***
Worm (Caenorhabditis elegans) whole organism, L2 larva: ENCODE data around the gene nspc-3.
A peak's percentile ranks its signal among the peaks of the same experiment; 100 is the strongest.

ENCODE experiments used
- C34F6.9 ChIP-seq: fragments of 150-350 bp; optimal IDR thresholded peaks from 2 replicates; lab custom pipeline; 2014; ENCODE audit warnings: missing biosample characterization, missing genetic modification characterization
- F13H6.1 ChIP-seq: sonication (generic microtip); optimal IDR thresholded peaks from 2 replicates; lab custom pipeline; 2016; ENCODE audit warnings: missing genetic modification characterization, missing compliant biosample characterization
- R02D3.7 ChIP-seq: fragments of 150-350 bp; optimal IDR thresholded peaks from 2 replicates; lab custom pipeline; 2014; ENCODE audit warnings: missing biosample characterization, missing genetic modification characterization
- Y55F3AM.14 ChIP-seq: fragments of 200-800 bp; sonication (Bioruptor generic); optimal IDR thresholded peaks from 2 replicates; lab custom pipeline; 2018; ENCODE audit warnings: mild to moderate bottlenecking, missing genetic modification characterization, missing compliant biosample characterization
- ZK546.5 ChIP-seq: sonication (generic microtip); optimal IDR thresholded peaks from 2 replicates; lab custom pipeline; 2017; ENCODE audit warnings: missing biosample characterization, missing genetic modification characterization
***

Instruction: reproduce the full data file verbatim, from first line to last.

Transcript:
Worm (Caenorhabditis elegans) whole organism, L2 larva: ENCODE data around the gene nspc-3.
A peak's percentile ranks its signal among the peaks of the same experiment; 100 is the strongest.

ENCODE experiments used
- C34F6.9 ChIP-seq: fragments of 150-350 bp; optimal IDR thresholded peaks from 2 replicates; lab custom pipeline; 2014; ENCODE audit warnings: missing biosample characterization, missing genetic modification characterization
- F13H6.1 ChIP-seq: sonication (generic microtip); optimal IDR thresholded peaks from 2 replicates; lab custom pipeline; 2016; ENCODE audit warnings: missing genetic modification characterization, missing compliant biosample characterization
- R02D3.7 ChIP-seq: fragments of 150-350 bp; optimal IDR thresholded peaks from 2 replicates; lab custom pipeline; 2014; ENCODE audit warnings: missing biosample characterization, missing genetic modification characterization
- Y55F3AM.14 ChIP-seq: fragments of 200-800 bp; sonication (Bioruptor generic); optimal IDR thresholded peaks from 2 replicates; lab custom pipeline; 2018; ENCODE audit warnings: mild to moderate bottlenecking, missing genetic modification characterization, missing compliant biosample characterization
- ZK546.5 ChIP-seq: sonication (generic microtip); optimal IDR thresholded peaks from 2 replicates; lab custom pipeline; 2017; ENCODE audit warnings: missing biosample characterization, missing genetic modification characterization